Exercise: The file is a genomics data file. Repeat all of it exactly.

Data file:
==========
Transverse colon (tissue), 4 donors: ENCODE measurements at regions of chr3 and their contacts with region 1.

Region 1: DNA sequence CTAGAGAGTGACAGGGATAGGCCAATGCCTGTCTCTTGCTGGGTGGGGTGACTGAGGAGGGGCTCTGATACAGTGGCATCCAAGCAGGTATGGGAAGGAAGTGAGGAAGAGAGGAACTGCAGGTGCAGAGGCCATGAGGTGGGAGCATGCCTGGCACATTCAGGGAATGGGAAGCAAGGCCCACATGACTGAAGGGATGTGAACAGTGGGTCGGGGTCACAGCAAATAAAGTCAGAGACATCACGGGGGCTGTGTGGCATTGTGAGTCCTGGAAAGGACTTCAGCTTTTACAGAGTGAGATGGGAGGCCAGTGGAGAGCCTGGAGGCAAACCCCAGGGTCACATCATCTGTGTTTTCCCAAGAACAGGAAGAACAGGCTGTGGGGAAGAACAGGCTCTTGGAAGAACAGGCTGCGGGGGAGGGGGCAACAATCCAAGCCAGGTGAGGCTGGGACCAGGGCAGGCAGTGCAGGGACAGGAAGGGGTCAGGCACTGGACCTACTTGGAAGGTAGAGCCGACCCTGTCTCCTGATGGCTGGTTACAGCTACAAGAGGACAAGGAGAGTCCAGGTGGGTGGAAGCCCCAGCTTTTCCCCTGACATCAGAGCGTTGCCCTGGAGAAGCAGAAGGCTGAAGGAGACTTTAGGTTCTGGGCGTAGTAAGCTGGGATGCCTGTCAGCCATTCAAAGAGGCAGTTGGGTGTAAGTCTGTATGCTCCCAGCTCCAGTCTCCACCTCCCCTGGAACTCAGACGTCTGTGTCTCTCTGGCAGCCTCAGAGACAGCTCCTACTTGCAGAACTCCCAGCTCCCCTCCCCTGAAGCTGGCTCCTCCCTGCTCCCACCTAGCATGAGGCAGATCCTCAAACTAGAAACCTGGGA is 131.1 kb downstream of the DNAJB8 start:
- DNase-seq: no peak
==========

Transverse colon (tissue), 4 donors: ENCODE measurements at regions of chr3 and their contacts with region 1.

Region 1: DNA sequence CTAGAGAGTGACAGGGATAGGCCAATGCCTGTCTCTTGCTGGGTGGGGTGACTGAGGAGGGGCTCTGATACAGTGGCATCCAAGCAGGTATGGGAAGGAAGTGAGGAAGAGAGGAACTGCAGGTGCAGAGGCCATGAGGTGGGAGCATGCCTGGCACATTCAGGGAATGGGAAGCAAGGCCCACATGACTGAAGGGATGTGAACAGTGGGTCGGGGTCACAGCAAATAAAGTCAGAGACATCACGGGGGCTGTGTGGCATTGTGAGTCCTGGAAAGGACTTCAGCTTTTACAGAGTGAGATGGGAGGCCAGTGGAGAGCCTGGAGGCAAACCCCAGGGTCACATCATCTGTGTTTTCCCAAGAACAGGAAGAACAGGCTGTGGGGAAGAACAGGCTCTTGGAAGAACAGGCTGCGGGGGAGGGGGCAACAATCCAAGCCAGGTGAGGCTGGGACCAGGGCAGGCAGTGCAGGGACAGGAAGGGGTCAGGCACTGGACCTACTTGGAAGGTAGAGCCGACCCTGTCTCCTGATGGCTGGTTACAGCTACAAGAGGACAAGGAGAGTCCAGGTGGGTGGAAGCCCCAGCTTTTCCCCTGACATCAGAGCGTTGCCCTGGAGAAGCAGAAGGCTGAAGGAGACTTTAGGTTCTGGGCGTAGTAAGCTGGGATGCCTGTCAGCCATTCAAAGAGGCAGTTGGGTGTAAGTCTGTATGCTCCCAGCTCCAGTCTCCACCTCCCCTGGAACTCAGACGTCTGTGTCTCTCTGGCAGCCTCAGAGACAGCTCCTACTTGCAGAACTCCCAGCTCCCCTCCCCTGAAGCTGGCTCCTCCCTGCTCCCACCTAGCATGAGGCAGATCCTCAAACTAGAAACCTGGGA is 131.1 kb downstream of the DNAJB8 start:
- DNase-seq: no peak